*Rome, capital of the world, holds the reins of the world (motto inscribed in the crown of Diocletian)
From: Ritz and Escoffier: The Hotelier, The Chef, and the Rise of the Leisure Class (2018), by Luke Barr:
“In late 1891, the Savoy Hotel company bought a plot of land in Rome, near the Baths of Diocletian. This was to be the luxury hotel that Rome so desperately needed: Americans were coming to Europe in droves on transatlantic ocean liners, and in Rome there were no hotels at the level of the Savoy to serve them. The Marquis di Rudini, the Italian premier, had traveled to London on a state visit in the spring, and encouraged Ritz (whom he knew from years before, when he stayed at the Grand Hotel National in Lucerne) to set up shop in Rome. “We need a new Savoy, a new Grand National, in Rome,” he said. And so it came to be.
The previous owner of the site, a Mr. Cavallini, had begun construction of a building and then run out of money; he was introduced to Ritz by an old friend, Franz Joseph Bucher, another Swiss hotelier Ritz knew from his days in Lucerne. (Bucher ran the Burgenstock and had spearheaded the building, a few years earlier, of a funicular railway running from Lake Lucerne up to the resort.) Cavallini was desperate to sell. The site was magnificent, right in the center of Rome, on a small hill, the Viminale. The hotel would be close to Termini, the central train station built in the mid-1870s, the point of arrival in Rome for more and more visitors…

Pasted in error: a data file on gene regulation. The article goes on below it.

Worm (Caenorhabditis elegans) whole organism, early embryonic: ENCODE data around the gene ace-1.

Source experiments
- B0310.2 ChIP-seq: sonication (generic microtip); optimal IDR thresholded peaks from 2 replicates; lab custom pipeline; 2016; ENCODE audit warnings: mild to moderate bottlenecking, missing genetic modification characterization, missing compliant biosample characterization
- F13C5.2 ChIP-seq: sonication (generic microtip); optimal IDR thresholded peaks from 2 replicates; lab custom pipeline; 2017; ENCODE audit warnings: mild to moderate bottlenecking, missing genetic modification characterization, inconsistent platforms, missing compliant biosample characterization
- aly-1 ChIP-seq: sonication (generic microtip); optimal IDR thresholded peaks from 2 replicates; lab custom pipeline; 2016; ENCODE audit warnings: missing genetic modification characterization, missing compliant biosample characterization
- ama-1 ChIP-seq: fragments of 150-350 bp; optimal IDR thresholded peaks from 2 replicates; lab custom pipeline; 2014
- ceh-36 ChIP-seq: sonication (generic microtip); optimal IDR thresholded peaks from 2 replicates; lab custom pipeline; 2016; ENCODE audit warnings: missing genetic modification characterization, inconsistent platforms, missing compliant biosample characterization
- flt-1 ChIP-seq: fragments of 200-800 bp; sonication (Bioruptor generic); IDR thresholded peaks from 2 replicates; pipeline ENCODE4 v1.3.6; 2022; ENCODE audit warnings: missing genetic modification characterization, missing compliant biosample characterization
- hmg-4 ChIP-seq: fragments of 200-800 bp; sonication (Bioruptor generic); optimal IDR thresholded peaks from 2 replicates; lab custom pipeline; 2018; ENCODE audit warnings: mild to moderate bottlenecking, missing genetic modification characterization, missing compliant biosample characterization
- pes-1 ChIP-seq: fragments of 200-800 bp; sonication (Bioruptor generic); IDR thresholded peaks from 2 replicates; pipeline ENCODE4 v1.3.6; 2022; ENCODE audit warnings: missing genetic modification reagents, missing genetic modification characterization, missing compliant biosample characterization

Indeed, the Savoy brand of luxury was travelling – Rudini had been right to encourage Ritz to come to Rome. The city was full of visitors (the English, the Germans, the Americans), and new hotels were opening all over. The Hotel Eden, on Via Ludovisi, owned by the Munich-born hotelier Francesco Nistelweck, was only a few years old. The Hotel Hassler was soon set to open at the top of the Spanish Steps – it was owned by Alberto Hassler, who was Swiss. Rome was much smaller than London, and had an easygoing, resort-like atmosphere. The weather was balmy. The Hotel men all knew each other; indeed, Hassler’s daughter Berta was married to Nistelweck.”